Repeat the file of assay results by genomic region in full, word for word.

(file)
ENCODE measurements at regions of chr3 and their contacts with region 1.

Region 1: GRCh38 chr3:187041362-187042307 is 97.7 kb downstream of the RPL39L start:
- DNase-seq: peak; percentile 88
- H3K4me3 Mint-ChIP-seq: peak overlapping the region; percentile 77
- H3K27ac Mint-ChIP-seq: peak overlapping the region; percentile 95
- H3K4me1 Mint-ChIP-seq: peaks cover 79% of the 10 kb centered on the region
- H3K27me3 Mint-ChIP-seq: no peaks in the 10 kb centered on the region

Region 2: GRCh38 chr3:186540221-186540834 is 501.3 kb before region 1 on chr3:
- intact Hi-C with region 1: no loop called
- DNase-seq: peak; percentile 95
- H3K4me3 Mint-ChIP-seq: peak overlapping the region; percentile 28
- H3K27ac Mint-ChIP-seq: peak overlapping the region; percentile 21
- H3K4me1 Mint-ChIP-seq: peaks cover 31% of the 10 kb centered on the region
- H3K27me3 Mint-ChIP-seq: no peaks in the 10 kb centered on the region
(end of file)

ENCODE measurements at regions of chr3 and their contacts with region 1.

Region 1: GRCh38 chr3:187041362-187042307 is 97.7 kb downstream of the RPL39L start:
- DNase-seq: peak; percentile 88
- H3K4me3 Mint-ChIP-seq: peak overlapping the region; percentile 77
- H3K27ac Mint-ChIP-seq: peak overlapping the region; percentile 95
- H3K4me1 Mint-ChIP-seq: peaks cover 79% of the 10 kb centered on the region
- H3K27me3 Mint-ChIP-seq: no peaks in the 10 kb centered on the region

Region 2: GRCh38 chr3:186540221-186540834 is 501.3 kb before region 1 on chr3:
- intact Hi-C with region 1: no loop called
- DNase-seq: peak; percentile 95
- H3K4me3 Mint-ChIP-seq: peak overlapping the region; percentile 28
- H3K27ac Mint-ChIP-seq: peak overlapping the region; percentile 21
- H3K4me1 Mint-ChIP-seq: peaks cover 31% of the 10 kb centered on the region
- H3K27me3 Mint-ChIP-seq: no peaks in the 10 kb centered on the region